At 68, Bryan Ferry has (nearly) done it all, first as the dapper frontman for glam pioneers Roxy Music and then as a solo artist. In the latter role, Ferry has stretched his interpretive skills on some well-chosen covers, while also dabbling in electronic music, jazz, classical and debonair pop. But on this current tour, he says, he’s eschewing such detours and sticking to the many highlights of his own career. Calling from Vancouver, the ageless crooner talked about his new bandmates, working with modern electronic artists and what to expect from a forthcoming album.
Tell me a little bit about this tour. It’s like a rock show. Last year, I did this quite unusual tour, with quite a big band. There were some jazz musicians in the band, because I did this album called The Jazz Age. This year it’s back to a kind of rock format. We’re playing all kinds of material from my career, basically, from the first Roxy Music album through to now. There’s a lot of material to choose from, and [I’ve been] trying to do events like a retrospective show, in the various things I do.
I was going to ask how you even begin to choose what to play. I would think it would be very daunting. It is a bit, but [it’s not as bad] when you break it down and [look at] which things you think the audience will know and want you to play, and other stuff you’d like to play which is a bit more unusual and hasn’t been played so much live before. With this band, it’s great because we’re doing some songs I haven’t done for a very long time. I’m looking forward to the mixture. There’s so many different albums I’ve done, slightly different styles of play on each one. I tell you what is sounding good: It’s the early stuff; it always seems to sound good with these young players.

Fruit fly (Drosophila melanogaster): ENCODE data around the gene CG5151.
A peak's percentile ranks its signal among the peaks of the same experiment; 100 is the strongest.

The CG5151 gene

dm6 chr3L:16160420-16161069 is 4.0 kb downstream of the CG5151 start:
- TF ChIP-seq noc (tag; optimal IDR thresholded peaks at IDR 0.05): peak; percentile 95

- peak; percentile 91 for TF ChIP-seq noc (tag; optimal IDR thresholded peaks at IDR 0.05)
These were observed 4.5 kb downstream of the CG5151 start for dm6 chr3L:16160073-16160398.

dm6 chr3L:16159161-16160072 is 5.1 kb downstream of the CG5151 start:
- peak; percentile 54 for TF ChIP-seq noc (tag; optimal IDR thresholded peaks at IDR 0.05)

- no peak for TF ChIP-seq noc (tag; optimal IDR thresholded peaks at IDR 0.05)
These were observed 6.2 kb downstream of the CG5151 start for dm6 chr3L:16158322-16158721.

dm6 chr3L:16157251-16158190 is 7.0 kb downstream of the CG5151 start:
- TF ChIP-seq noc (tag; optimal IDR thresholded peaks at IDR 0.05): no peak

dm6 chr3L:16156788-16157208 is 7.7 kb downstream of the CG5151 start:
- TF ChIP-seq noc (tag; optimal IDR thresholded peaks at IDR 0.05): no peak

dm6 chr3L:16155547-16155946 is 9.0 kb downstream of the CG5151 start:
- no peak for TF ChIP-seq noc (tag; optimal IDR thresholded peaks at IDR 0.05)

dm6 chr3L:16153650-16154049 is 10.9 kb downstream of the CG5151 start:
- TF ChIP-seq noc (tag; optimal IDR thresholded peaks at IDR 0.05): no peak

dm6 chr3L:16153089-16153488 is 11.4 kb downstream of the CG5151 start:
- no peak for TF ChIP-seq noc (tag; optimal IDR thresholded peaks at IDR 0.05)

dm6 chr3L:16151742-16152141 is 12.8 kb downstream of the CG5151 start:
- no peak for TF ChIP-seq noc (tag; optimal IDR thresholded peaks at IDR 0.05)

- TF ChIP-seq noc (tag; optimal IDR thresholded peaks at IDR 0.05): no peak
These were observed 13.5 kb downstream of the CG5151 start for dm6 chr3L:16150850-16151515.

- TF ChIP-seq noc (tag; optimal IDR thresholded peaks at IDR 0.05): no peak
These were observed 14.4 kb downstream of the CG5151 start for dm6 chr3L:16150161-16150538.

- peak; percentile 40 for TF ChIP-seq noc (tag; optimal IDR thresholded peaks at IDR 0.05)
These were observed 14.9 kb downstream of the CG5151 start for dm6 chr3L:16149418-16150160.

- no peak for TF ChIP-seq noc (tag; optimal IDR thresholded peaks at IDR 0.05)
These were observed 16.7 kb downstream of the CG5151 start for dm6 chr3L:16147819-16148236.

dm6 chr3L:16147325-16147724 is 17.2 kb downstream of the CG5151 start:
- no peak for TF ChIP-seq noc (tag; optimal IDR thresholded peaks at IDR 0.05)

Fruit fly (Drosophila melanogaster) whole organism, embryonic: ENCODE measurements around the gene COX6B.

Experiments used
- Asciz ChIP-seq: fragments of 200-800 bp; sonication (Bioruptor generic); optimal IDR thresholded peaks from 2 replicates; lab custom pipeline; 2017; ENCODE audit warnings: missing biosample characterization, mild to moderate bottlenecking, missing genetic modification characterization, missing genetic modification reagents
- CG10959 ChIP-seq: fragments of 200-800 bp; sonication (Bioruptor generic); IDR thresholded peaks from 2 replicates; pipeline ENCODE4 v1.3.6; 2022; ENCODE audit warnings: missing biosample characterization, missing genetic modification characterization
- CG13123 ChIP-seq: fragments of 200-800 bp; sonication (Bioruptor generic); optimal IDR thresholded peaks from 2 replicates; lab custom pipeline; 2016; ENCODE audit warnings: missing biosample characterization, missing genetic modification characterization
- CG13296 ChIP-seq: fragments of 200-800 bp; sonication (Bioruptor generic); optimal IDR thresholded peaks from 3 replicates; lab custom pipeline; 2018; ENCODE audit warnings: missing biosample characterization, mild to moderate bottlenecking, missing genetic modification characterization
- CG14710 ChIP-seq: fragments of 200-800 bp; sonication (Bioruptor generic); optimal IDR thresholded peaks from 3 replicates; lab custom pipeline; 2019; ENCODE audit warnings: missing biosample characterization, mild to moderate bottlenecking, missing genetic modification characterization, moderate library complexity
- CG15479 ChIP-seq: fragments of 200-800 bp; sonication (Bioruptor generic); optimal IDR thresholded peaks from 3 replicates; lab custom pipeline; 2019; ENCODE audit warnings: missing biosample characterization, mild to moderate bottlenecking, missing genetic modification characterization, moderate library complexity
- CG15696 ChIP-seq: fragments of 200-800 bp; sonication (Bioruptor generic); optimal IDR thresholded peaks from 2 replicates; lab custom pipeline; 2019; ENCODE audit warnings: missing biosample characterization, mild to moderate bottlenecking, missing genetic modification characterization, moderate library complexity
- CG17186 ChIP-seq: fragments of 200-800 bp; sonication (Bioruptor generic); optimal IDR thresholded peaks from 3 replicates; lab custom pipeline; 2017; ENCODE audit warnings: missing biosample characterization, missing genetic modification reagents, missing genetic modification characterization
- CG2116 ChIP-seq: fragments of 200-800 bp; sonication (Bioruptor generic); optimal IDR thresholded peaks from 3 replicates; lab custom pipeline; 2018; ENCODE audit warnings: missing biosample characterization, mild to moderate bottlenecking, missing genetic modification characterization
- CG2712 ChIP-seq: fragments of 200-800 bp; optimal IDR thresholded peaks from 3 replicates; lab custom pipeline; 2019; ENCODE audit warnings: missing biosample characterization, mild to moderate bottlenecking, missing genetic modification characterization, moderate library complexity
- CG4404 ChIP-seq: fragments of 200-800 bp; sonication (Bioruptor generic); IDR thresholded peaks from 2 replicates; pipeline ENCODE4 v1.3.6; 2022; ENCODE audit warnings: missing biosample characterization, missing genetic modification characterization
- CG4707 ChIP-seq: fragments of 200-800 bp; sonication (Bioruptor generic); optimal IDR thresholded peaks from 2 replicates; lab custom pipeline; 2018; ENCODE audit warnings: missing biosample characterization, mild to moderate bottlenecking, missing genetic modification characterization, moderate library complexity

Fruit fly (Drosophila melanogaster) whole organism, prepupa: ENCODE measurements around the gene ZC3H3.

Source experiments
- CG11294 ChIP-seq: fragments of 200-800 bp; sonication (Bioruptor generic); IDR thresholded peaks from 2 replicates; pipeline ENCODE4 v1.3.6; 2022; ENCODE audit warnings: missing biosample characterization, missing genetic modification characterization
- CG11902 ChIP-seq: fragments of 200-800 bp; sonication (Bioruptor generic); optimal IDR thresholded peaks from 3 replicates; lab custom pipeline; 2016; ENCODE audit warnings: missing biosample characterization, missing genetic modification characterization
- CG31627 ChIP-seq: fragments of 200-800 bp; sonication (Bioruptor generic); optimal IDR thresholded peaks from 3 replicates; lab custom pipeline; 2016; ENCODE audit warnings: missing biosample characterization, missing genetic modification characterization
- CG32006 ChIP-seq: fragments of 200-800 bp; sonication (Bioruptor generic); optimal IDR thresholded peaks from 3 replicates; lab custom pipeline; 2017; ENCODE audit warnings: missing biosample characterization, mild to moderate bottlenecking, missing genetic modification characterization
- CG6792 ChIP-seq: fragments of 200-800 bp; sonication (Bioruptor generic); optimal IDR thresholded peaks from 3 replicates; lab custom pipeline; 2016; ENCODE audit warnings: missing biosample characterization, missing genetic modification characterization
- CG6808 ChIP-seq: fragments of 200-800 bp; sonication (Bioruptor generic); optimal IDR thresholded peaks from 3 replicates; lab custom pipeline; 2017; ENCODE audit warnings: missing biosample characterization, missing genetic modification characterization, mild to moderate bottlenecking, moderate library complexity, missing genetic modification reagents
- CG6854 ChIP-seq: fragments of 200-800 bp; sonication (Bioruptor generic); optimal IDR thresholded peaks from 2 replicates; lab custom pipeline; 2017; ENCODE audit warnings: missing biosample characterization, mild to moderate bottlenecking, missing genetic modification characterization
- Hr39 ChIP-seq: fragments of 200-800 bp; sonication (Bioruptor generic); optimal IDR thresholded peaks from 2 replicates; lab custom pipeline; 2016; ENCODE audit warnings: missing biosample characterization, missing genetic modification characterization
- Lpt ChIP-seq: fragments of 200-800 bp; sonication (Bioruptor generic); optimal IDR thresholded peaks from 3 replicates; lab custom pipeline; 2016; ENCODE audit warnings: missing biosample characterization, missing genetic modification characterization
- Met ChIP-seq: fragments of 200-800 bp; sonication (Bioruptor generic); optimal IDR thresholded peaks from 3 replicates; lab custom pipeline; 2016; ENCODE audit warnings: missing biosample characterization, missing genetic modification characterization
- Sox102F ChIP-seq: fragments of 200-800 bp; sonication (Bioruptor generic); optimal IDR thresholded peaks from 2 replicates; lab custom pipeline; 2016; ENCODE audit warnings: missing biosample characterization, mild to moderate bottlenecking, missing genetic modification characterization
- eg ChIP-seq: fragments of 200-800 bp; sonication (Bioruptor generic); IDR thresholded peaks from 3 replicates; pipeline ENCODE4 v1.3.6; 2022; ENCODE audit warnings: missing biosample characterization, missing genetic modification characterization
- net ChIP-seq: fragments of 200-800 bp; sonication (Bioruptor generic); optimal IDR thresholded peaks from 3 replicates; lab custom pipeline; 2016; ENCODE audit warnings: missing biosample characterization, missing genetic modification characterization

What are the new guys bringing to your sound? What really appealed to you about adding them to your band? The lead player is really good, very talented. His name is Jacob Quistgaard, and he’s Danish. I’ve never worked with any kind of European player before. The rhythm guitarist is Irish, Steve Jones; he’s a terrific rhythm player. The combination is really exciting me, of the two guys. With the guitar being an important part of any rock band, it’s great to have good guitarists in the band. They basically play the things as they’ve been already recorded. These guys are doing a great job of recreating it and bringing a young freshness to it as well, enthusiasm.
We have two girl singers as well. There are four girls in the band and four guys. It’s a good gender balance. (laughs)
You recently sang on a cover of Robert Palmer’s “Johnny & Mary” done by Norwegian DJ/producer Todd Terje. How did you get on his radar? What did you like about this song? He’s really talented; he’s a very good musician and producer as well as a dance-music specialist. I met him through my son, who works with me, who is very into dance music. Over the last few years, he’s arranged a lot of really good dance remixes of my songs, my records. Todd did a couple of those; he did “Love Is the Drug” and “Don’t Stop the Dance.” He did very well with those.